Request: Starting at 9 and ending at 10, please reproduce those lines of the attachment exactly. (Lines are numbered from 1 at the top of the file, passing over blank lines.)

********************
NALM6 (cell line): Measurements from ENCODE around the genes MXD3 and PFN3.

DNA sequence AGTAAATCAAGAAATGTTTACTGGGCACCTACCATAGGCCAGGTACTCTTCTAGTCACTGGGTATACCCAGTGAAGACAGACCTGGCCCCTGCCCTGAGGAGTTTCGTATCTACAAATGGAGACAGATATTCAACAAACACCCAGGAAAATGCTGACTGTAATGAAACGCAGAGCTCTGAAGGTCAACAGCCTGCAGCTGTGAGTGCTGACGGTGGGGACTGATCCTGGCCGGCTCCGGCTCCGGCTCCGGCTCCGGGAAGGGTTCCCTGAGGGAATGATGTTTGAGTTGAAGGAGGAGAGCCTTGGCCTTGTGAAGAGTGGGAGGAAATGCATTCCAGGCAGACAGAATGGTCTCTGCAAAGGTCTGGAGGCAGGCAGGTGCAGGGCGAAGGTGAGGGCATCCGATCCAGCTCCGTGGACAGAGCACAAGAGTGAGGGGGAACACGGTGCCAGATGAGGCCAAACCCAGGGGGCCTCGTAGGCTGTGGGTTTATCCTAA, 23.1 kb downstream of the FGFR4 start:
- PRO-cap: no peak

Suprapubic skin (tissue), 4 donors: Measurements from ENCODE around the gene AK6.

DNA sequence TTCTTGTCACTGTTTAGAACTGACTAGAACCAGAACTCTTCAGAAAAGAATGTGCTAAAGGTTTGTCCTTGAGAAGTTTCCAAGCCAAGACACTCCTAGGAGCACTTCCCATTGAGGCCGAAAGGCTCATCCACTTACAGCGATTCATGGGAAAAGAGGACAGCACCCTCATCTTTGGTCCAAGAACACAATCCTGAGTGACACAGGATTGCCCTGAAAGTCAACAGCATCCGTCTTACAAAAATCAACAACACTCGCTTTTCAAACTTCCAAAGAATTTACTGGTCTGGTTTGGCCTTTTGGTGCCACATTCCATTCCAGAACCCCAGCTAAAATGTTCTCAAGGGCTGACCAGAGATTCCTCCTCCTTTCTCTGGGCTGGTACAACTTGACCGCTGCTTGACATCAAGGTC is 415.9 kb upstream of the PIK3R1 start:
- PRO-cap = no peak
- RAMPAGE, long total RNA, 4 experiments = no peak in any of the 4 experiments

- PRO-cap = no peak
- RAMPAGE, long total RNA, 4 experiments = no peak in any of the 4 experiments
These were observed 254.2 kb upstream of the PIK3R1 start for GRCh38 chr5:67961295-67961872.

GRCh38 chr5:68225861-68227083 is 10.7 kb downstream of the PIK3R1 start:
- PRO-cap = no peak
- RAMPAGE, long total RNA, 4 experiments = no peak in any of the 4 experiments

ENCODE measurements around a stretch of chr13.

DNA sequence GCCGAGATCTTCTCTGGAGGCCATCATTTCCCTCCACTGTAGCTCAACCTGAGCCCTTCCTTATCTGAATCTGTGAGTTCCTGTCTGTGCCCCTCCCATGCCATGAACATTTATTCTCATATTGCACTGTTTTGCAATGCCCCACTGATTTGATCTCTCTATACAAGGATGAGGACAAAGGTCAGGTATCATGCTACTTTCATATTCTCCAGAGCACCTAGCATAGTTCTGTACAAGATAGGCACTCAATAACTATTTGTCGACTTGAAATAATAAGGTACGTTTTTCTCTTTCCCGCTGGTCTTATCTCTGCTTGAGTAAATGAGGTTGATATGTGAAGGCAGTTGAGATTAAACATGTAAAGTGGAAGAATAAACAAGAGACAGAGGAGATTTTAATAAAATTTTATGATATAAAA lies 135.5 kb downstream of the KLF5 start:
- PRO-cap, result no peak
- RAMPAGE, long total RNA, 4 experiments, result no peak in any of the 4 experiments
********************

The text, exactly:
- RAMPAGE, long total RNA, 4 experiments = no peak in any of the 4 experiments
These were observed 254.2 kb upstream of the PIK3R1 start for GRCh38 chr5:67961295-67961872.